AFSCME seeks city support
Black spoke about the concerns
facing Logan Correctional Center employees if the threats from Gov.
Pat Quinn to close the prison become reality.
Currently there are 357 employees at the Logan facility, all in
danger of losing their jobs. Black said it has been stated that
there will be openings available at other locations, but that will
mean relocation. He noted that in many cases, these are going to be
people with families and working spouses who will also be leaving
the area, perhaps to never return.
Black said that before the prison is closed, there must be a
public hearing on the subject, and by law the hearing must be
conducted within a 25-mile radius of the prison.
AFSCME is planning on raising public awareness of the situation
through yard signs and other campaigns. In addition, Black said that
when the hearing date is set, he wants to organize a community
get-together to rally support for the prison.
He asked that the city also offer its support by speaking up in
opposition to the prison closure.
Mayor Keith Snyder told Black that, speaking for the council, the
city does not want to lose the prison and hopes it won't happen.
He also advised the council that he has already drafted a letter
for their approval. He provided them copies of the letter and asked
that they read it and let him know of any changes or additions. Once
it is completed, the letter will be signed by all the aldermen as
well as Snyder and sent to Quinn.
Black also asked if he could return to council chambers next week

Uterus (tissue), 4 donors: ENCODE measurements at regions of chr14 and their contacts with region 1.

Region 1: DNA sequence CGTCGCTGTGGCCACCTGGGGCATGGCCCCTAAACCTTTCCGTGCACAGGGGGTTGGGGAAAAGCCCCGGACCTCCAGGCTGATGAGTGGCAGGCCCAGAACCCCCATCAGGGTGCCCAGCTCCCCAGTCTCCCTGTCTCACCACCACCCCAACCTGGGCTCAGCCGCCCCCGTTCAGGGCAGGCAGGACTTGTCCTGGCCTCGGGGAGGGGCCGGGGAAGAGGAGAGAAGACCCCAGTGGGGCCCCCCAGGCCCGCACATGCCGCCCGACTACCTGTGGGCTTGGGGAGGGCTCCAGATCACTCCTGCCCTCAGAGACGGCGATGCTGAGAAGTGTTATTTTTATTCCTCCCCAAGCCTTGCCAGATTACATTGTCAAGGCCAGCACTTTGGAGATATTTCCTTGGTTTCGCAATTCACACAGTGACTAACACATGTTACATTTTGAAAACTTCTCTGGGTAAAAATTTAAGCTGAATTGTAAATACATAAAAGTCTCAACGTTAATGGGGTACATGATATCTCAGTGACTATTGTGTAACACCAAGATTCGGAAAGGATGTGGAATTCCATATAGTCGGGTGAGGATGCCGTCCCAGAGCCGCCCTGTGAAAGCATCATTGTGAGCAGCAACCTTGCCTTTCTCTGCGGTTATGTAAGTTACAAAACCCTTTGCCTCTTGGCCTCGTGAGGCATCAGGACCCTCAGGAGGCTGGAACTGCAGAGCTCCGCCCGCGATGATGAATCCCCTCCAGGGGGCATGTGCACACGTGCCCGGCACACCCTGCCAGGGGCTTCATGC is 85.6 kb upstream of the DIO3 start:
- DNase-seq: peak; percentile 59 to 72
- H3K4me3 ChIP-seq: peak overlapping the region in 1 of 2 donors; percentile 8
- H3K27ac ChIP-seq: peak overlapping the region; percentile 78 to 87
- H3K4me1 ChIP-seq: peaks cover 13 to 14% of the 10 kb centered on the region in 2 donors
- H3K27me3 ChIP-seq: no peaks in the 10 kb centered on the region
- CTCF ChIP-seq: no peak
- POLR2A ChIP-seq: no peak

with Dale Ridgeway, the union representative for the Lincoln
Correctional facility. He said even though closing is targeted at
Logan, it will also have an effect on Lincoln. He would like an
opportunity to speak again, with Ridgeway, during the televised
session of the council.
Conzo discusses revenue shifts if prisons are annexed into the
Results from the 2010 census indicated that the population of the
city of Lincoln has dropped slightly below 15,000. Because of this,
according to state law the city is going to be required to remap the
city wards, reducing the total from five to four.
This will also mean reducing the number of aldermen who serve on
the council from 10 to eight.
Since this information came to light earlier this year, the
council has discussed the options, including doing the reduction in
wards or finding a means to increase the population.
To increase the population count, one of the best options appears
to be to annex the two correctional facilities; Logan Correctional
and Lincoln Correctional, into the city limits. By doing so, the
nearly 3,000 inmates in the two prisons could be counted in the city
In doing this, one thing the city needs to consider is the shift
in revenues as a result. Treasurer Chuck Conzo spoke about
this Tuesday night.
He outlined for the city the effect the annexation would have,
first on sewer fees. Currently the prisons are on the city
sewer system but pay an out-of-city rate for the service. This rate
is higher than an in-city rate. Conzo estimated that switching the
rates accordingly would cost the city $116,000 a year in lost sewer
On the other hand, there are tax benefits that would increase,
including state income and use taxes as well as the state motor fuel
tax. Conzo shared with the council his estimates of the increases,
which at first glance make it appear that the city would benefit a
great deal from the increased taxes.
However, Alderwoman Melody Anderson said there were pitfalls to
this, because the city's sewer department has to be
self-sufficient. Additional money coming from taxes could not be
used to supplement the sewer department.
Conzo supported that statement, saying it had been a part of his
conclusions as well, and in addition, the city needs to consider the
cost of offering other city services to the prisons.
He also noted the taxes that would increase have also been on a
steady decline over the years, and there is no indication that trend